Pushing Changes Properly

Quick Note: I have another post which goes into how to create a sandbox and use a changeset to deploy from a sandbox environment to production. 

Introduction: Types of Salesforce Orgs

It’s important to begin by noting which types of “orgs” – organizations for short – are available. Remember, org types are not license types (Professional, Enterprise, Unlimited), nor are they Salesforce Products or Apps (Sales Cloud, Service Cloud, etc.)

Three Flavors


Production orgs are where the vast majority of Salesforce users spend their time. They are instances of Salesforce that are live.

This definition alone doesn’t make a lot of sense, but if you read on and understand what Sandboxes and Developer orgs are used for, this will make a lot more sense 🙂


A sandbox is a copy of a Production org. There are a couple types of Sandboxes, but for us right now it’s not important to touch on those. It’s only important to mention that a sandbox is connected to a production org, and will have the same settings and components as a production org, but without any data or with only a small subset of that org’s data.


A developer org is a free org that anyone can sign up for to either test out Salesforce or to build on the platform. Salesforce Developers might use a developer org (yup) to build an app that they later list on the AppExchange for others to install and utilize. Or, if they’re like me, they might just use a developer org to test out ideas and projects, design tutorials, or store some basic functionalities they want to reference later.

More on Sandboxes

Because they’re really important.

To expand on the definition given above, a Sandbox a copy of your Salesforce instance (your “production org”) that developers or administrators use to test changes before putting them in the hands of end users. The process of Salesforce development relies heavily on Sandboxes. Nonetheless, it’s actually pretty simple, and usually goes something like this:

1. Requirements are gathered

2. A solution is designed and discussed

3. An Admin or Developer (or a team of admins or developers) builds the solution within a Sandbox

4. The solution is tested to ensure it’s functioning properly

5. If all is well, the solution is “deployed,” or “pushed” into the production org

For Example…

A Salesforce Administrator is working for a very large organization – hundreds or thousands of active Salesforce users are creating and editing records each day. He’s been asked to write a trigger that performs some custom logic each time an Opportunity is created or updated.

You’ll notice we’ve jumped past steps one and two – these are steps where people have meetings and talk. No explanation necessary 🙂

If the administrator had the ability to start developing this trigger in the current, active Salesforce org, there’s a chance that during the course of development, the unfinished trigger will be active and could be making changes to new and existing records.

This is a nightmare scenario for a number of reasons – the biggest of which is that you may have potentially diminished the integrity of the data within the production organization – data that is used by users and leaderships to make decisions. Yikes. Similarly grave, you may have accidentally made a bunch of changes, additions, or deletions that you now need to clean up. Instead of spending time building things, your friendly Salesforce admin is running queries trying to figure out what changed and what he or she can salvage.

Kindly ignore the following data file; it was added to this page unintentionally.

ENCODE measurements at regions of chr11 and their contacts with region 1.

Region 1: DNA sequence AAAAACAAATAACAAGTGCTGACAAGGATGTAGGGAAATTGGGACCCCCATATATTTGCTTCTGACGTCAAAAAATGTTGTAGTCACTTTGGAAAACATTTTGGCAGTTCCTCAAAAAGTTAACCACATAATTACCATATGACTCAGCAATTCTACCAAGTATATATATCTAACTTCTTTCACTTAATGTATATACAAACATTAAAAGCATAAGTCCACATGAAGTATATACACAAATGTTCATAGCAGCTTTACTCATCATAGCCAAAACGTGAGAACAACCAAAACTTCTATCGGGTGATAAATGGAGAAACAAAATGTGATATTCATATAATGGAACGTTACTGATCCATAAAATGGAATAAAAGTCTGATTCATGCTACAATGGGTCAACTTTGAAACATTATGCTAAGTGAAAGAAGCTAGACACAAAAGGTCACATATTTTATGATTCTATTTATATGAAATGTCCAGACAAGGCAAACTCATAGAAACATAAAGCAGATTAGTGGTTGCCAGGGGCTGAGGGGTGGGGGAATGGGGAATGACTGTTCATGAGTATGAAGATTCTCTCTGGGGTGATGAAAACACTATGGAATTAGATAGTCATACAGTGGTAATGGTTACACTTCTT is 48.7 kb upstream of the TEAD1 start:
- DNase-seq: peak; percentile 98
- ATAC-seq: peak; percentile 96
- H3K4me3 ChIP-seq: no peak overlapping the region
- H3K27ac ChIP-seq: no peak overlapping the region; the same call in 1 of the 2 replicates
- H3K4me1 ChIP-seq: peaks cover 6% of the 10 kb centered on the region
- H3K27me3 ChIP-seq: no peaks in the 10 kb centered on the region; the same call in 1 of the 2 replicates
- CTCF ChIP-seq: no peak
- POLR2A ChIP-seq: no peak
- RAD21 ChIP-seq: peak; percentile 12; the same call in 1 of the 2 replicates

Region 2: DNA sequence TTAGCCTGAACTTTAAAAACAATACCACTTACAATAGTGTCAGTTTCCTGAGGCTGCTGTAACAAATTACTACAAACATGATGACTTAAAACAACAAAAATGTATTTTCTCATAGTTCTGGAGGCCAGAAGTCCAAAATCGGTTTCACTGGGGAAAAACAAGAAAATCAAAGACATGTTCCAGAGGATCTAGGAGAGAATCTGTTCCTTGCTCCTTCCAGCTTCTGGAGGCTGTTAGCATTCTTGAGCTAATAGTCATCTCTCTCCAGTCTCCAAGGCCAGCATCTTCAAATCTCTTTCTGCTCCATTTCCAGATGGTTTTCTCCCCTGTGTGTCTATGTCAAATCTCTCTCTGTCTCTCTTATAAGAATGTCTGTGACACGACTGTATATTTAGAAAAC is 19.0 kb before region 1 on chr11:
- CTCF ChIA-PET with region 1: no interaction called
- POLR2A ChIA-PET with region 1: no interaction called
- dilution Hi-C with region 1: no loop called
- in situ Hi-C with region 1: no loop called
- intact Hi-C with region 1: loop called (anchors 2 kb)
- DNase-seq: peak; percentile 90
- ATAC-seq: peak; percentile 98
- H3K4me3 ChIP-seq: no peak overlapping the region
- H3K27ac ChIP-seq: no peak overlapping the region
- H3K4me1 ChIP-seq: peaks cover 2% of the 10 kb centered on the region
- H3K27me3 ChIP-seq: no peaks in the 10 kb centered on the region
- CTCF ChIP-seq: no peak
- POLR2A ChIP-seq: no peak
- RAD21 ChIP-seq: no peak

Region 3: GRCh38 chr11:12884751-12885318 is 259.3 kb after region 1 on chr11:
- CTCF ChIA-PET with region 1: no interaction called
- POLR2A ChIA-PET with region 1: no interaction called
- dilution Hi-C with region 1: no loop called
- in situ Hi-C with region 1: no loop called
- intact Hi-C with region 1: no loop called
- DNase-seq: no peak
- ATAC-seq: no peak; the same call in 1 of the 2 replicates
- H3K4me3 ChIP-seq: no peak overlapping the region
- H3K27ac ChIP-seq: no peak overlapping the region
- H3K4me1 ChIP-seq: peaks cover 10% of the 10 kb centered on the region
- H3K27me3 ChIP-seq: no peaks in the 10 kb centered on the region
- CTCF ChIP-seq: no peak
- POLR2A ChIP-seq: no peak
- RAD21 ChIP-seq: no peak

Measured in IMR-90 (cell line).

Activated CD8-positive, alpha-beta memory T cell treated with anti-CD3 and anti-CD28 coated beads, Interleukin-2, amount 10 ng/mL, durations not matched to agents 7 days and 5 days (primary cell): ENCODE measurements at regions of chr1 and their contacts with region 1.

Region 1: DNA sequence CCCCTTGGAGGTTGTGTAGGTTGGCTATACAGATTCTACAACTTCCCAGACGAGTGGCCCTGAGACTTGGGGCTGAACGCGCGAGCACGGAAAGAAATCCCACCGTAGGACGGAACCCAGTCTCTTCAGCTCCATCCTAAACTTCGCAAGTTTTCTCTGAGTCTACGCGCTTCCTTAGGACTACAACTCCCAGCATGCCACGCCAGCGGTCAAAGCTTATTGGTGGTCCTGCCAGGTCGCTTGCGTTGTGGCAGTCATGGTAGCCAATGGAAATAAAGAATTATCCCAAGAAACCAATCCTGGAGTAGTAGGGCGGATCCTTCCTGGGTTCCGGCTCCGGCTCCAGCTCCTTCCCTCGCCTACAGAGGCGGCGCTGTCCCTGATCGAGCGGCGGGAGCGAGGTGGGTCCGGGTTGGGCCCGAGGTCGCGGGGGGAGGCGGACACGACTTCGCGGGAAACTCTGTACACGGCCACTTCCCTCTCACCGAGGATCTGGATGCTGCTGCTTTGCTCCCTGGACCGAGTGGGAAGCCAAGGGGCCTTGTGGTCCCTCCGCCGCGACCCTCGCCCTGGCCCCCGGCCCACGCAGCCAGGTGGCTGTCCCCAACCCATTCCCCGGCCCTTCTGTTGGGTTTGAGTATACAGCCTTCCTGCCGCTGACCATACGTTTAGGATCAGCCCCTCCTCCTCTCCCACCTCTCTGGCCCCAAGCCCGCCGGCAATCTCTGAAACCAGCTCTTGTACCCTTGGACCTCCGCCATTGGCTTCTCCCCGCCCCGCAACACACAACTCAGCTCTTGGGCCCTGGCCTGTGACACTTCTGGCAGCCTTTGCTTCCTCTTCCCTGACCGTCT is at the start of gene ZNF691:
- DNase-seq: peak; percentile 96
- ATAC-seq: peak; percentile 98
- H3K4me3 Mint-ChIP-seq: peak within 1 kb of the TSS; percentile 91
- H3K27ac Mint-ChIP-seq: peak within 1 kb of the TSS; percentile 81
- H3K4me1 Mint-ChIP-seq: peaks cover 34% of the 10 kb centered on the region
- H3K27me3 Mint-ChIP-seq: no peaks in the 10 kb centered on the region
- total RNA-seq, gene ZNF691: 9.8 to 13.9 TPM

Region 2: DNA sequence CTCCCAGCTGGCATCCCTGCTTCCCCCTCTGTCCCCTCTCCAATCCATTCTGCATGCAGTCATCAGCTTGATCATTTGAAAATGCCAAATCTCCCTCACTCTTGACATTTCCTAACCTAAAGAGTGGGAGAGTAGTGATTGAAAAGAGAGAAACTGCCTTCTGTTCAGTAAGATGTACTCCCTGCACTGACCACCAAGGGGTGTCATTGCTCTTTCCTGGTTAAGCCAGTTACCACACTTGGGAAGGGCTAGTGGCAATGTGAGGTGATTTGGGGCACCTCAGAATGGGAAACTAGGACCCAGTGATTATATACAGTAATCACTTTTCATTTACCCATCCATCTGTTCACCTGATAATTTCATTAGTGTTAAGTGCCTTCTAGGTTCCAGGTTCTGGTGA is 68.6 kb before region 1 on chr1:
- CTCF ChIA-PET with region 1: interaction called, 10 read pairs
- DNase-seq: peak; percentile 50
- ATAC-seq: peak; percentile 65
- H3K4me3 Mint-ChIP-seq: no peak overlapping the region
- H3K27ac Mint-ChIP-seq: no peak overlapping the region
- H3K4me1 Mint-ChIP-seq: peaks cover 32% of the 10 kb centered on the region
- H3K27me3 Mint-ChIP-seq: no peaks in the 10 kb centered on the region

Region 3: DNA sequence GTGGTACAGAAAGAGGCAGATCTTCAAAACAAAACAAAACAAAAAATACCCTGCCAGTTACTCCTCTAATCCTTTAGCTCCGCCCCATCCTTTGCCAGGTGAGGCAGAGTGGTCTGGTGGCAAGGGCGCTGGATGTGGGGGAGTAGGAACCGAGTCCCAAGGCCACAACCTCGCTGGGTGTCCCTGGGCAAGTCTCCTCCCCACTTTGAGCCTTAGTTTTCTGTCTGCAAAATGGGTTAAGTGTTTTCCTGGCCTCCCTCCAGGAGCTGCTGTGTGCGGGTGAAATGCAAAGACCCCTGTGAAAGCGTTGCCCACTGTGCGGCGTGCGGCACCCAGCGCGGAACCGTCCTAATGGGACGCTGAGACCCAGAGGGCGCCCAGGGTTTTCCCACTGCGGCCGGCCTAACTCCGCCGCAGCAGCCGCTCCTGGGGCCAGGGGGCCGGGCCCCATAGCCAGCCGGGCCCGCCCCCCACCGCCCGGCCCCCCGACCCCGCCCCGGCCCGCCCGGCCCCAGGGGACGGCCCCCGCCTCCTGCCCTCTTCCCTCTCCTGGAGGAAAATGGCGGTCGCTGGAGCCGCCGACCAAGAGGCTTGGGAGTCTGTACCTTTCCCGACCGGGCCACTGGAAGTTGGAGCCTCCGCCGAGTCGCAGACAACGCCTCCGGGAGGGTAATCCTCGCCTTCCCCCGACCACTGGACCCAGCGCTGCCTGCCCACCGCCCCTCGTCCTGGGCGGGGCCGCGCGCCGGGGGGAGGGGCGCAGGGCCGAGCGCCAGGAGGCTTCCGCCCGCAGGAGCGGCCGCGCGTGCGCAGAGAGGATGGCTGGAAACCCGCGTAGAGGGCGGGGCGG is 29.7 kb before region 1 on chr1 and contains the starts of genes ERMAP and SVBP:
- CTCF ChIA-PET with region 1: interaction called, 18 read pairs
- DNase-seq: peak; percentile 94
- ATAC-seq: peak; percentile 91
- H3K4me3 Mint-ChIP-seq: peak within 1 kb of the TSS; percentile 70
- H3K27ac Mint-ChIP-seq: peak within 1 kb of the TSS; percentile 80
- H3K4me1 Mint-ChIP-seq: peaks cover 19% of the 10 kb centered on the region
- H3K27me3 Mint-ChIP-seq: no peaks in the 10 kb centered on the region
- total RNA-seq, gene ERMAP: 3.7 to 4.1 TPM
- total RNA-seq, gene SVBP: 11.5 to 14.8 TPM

Enter the friendly Sandbox.

Instead of building in production, our admin goes to his setup panel and creates a new Sandbox. He logs into the new Sandbox and starts writing his code. Along the way, he creates and edits some records to test his solution. When he’s satisfied it’s working, he’ll write some test coverage (more on this in another post), execute those tests, and if it all goes according to plan, he’ll package the trigger and the test class into a changeset, and load it into the production org.

Then he’ll log into the production org, find the loaded changeset, validate it, and implement it. Validate and implement are complicated words, they’re really just the name of two buttons he’ll have to press if he’s done the development properly within the Sandbox. Once the code is implemented, it’ll be alive and working within the production org as designed – with much less risk of causing harm.

Of course, it’s very difficult to be 100% certain that changes won’t cause something to break unexpectedly. But by using a sandbox, we’re at least able to have a safe environment to work until we’re ready to deploy.

Final Thoughts (TL;DR)

One thing which always intimidated me was the process of deployment – the one explained above. I actually had a lot of fun learning to write Apex code and build Visualforce pages, even to build apps and workflows and load data in and out of orgs, but I never wanted to touch changesets and write test coverage.

Most of my fear was just misunderstanding. I thought the process would be tedious and awful – it’s slow at times, and frustrating, but it is worth it to save the headache of breaking something important in an org that is being actively used.

Final thoughts: use a Sandbox. Because what happens in Sandbox, stays in Sandbox. You can break things and sleep easy.

Hope this helps.

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